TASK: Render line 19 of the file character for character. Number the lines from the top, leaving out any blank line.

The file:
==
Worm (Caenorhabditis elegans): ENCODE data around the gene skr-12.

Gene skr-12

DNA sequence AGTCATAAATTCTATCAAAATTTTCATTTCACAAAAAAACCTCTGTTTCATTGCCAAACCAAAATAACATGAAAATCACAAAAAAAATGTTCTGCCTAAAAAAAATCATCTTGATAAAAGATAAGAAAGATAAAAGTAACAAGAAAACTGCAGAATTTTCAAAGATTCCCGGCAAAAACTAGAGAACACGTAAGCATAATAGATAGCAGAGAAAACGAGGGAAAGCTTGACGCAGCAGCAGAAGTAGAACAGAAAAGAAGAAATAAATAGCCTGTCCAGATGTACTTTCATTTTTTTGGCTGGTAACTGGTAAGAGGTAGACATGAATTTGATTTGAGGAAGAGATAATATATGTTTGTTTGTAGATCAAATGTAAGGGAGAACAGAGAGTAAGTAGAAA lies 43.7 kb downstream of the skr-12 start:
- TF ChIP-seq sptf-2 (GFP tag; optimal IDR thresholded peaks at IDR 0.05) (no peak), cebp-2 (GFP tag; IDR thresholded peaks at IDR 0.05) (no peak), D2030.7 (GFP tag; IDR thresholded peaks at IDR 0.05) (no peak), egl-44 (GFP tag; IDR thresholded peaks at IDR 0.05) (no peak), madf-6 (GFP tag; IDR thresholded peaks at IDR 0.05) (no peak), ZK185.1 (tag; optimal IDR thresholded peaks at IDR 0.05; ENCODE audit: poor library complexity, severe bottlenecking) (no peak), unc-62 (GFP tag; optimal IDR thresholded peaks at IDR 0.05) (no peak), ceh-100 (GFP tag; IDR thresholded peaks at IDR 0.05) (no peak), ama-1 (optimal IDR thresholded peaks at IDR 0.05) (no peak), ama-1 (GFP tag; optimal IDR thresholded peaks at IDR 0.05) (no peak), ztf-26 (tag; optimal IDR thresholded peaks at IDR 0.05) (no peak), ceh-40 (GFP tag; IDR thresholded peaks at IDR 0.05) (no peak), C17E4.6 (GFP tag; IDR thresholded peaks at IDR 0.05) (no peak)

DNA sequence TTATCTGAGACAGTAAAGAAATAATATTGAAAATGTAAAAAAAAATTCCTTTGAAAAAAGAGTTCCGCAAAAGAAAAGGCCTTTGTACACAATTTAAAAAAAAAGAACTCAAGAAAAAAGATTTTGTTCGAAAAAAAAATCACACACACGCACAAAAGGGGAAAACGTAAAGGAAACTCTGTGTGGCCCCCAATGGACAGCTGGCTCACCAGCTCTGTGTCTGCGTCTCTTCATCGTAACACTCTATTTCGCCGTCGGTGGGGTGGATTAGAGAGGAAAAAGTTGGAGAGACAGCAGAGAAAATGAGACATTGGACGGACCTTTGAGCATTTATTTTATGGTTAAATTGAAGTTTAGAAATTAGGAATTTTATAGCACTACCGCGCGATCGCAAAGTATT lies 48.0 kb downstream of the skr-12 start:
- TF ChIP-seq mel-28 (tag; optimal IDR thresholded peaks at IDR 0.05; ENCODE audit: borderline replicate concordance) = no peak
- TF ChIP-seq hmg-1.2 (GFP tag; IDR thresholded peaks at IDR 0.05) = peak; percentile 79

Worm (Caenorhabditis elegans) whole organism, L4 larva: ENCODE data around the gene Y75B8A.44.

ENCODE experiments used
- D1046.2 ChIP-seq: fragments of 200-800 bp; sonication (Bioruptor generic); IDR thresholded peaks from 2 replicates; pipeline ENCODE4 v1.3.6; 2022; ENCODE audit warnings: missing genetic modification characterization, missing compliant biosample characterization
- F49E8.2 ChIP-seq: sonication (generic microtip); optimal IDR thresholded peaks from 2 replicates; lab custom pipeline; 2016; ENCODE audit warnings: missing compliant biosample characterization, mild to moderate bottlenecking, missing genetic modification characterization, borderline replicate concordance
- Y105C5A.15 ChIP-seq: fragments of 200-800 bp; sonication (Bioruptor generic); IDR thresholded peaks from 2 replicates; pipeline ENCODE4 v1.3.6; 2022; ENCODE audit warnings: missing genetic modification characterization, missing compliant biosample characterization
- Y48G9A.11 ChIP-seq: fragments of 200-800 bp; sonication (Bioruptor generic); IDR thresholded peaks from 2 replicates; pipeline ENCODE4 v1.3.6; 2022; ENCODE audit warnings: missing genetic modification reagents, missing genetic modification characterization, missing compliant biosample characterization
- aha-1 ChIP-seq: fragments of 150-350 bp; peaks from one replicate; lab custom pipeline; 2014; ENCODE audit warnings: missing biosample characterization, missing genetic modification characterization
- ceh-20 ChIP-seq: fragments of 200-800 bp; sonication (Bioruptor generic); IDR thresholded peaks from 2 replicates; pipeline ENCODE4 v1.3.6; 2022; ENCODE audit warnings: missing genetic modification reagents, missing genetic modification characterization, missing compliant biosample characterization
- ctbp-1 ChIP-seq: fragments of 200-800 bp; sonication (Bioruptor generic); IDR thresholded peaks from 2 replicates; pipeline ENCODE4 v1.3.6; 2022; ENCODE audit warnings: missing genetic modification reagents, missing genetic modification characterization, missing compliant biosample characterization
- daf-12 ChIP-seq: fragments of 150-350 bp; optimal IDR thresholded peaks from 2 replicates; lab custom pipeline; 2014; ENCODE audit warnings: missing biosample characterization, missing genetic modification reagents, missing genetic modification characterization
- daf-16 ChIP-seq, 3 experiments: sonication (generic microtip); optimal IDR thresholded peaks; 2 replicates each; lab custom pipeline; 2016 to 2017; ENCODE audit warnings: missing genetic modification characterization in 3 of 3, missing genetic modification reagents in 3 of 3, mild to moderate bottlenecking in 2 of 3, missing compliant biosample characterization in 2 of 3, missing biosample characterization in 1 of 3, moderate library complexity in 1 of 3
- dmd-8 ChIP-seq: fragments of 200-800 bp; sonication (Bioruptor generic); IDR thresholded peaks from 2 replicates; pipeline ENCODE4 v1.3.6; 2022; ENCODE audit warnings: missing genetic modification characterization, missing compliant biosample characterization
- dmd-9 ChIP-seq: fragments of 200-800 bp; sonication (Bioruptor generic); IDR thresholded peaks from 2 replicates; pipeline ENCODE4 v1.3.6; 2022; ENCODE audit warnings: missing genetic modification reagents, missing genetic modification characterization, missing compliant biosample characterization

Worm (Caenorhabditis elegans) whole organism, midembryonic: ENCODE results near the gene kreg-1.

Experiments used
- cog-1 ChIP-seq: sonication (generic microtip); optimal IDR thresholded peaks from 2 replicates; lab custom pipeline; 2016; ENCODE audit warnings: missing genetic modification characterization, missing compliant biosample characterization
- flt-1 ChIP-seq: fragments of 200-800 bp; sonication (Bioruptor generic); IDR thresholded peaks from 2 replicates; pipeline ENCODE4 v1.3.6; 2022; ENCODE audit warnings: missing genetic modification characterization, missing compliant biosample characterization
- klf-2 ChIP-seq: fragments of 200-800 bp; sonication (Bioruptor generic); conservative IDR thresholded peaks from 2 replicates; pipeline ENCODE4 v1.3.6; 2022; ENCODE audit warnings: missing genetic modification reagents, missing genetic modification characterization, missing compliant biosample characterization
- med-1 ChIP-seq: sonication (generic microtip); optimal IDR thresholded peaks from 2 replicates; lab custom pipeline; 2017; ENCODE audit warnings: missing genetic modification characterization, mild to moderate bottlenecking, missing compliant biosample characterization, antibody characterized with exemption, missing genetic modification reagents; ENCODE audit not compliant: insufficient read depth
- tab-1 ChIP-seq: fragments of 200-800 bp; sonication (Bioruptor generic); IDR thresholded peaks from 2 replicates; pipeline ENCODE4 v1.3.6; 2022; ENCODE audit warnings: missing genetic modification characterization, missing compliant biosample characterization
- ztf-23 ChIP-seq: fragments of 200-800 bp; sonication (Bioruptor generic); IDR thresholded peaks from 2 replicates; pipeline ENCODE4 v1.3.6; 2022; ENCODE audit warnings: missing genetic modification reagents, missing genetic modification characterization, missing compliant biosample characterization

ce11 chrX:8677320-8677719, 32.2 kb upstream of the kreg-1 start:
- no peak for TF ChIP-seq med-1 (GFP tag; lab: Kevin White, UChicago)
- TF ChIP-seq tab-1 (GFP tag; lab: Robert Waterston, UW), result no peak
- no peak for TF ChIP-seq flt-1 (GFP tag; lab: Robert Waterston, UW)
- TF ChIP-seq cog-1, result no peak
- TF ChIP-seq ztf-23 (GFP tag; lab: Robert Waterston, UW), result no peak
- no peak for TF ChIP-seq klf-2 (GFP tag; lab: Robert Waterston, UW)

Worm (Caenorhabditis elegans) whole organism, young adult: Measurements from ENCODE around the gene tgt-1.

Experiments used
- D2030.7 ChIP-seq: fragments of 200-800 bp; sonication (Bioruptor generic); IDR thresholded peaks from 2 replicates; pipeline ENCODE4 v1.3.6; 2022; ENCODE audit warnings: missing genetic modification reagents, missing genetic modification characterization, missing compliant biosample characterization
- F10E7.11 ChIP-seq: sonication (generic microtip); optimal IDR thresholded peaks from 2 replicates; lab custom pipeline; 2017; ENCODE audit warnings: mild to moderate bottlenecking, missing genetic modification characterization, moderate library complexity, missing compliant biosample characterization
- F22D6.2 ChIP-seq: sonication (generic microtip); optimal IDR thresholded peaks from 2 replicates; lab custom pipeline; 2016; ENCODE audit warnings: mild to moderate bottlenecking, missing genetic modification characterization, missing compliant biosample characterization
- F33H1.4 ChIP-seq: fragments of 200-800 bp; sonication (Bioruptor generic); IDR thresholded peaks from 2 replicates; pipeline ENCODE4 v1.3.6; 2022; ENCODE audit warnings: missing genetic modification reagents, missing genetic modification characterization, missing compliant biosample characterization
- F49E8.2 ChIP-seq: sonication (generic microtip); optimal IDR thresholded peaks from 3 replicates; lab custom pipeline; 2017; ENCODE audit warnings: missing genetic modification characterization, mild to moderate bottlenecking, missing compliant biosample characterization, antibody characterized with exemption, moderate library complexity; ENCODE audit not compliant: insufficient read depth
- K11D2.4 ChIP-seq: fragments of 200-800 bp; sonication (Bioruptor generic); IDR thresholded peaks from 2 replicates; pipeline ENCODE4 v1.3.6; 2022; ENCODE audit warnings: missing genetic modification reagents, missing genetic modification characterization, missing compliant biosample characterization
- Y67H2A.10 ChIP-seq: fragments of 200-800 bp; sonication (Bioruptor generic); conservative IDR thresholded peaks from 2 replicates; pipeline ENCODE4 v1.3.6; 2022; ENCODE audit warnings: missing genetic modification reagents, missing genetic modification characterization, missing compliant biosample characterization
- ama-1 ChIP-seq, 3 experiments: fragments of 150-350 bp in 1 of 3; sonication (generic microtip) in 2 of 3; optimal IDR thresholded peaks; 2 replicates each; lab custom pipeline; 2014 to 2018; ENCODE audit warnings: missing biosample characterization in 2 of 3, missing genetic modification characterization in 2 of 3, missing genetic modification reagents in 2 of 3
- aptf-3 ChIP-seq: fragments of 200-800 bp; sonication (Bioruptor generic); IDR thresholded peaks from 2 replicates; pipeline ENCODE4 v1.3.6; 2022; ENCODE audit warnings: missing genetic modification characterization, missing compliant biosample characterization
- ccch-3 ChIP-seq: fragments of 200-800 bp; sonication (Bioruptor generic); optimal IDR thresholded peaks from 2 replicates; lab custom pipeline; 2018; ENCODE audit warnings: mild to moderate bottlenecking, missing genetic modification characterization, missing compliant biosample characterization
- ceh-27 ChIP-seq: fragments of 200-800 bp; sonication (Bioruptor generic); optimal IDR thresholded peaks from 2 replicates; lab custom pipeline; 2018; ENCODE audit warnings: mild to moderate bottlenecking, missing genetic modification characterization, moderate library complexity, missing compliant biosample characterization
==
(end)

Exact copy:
- dmd-8 ChIP-seq: fragments of 200-800 bp; sonication (Bioruptor generic); IDR thresholded peaks from 2 replicates; pipeline ENCODE4 v1.3.6; 2022; ENCODE audit warnings: missing genetic modification characterization, missing compliant biosample characterization